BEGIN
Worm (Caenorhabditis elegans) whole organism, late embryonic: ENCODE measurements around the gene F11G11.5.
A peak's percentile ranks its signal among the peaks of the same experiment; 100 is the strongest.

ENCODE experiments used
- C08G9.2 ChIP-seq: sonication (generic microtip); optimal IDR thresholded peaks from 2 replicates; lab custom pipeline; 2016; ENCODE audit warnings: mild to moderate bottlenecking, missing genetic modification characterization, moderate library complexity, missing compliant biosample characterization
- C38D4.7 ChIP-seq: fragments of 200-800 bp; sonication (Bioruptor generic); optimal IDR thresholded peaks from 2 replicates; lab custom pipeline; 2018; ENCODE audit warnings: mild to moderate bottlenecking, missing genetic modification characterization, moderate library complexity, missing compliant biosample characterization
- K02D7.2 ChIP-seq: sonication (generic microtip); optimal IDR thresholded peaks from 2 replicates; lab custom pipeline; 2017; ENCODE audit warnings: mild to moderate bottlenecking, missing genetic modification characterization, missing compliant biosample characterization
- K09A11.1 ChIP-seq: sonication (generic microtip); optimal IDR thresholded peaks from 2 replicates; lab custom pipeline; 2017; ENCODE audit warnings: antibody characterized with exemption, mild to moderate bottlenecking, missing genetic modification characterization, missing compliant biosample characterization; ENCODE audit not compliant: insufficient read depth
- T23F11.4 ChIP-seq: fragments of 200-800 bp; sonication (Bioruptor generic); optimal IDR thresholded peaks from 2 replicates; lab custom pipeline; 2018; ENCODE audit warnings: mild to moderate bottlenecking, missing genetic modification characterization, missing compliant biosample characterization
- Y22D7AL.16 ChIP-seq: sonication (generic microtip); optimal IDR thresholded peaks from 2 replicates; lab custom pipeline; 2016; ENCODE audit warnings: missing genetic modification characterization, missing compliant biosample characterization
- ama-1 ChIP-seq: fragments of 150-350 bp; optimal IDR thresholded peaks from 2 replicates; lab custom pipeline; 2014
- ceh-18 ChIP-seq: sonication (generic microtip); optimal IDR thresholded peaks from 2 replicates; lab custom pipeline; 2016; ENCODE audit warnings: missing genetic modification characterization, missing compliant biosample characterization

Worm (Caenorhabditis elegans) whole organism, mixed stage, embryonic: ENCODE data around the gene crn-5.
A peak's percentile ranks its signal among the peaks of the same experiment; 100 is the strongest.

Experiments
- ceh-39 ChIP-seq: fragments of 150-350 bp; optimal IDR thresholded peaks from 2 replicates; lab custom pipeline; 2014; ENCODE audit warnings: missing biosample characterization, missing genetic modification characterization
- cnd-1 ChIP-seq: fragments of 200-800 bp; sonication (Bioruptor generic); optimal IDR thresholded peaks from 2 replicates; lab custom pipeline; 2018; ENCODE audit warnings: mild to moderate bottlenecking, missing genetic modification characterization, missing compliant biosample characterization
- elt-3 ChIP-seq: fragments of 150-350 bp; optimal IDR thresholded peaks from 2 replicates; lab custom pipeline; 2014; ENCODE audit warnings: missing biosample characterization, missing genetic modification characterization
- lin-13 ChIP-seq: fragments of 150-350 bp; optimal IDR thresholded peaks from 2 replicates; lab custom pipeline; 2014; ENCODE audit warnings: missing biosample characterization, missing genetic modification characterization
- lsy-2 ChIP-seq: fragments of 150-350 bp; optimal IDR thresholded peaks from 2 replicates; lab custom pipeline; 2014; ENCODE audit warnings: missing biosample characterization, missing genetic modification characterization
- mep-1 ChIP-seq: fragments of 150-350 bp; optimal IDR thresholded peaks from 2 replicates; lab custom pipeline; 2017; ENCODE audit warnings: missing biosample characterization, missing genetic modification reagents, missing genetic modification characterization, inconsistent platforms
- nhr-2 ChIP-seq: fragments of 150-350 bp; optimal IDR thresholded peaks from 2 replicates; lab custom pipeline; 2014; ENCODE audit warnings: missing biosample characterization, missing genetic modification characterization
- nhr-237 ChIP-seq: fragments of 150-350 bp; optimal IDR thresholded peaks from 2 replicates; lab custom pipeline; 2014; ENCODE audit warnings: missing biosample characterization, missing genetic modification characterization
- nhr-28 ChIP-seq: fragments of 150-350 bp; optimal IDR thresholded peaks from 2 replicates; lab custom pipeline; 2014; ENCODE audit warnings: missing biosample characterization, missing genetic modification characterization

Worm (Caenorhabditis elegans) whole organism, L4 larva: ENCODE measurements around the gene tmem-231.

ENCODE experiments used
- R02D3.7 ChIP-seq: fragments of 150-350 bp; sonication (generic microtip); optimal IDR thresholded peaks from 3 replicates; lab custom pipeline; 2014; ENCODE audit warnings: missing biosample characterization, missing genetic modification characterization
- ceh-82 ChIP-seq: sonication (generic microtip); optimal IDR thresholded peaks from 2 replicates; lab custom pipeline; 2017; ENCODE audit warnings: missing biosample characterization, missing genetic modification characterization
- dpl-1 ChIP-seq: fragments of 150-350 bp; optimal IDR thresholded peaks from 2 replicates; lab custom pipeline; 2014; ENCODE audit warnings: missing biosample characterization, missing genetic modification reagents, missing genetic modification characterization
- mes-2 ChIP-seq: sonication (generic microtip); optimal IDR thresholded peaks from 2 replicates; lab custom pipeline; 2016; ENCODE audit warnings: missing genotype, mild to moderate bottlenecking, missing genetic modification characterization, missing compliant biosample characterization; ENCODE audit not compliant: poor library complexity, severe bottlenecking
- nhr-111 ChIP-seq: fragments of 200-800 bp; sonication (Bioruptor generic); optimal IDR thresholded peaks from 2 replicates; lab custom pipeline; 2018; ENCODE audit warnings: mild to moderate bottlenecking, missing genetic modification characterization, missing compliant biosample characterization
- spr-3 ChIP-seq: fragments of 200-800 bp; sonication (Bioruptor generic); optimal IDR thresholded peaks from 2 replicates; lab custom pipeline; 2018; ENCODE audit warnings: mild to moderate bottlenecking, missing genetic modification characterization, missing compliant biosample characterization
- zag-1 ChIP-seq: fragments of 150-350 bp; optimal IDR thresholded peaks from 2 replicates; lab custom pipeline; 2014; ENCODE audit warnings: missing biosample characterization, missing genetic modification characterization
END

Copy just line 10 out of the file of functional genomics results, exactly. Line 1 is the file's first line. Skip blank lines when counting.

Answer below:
- ama-1 ChIP-seq: fragments of 150-350 bp; optimal IDR thresholded peaks from 2 replicates; lab custom pipeline; 2014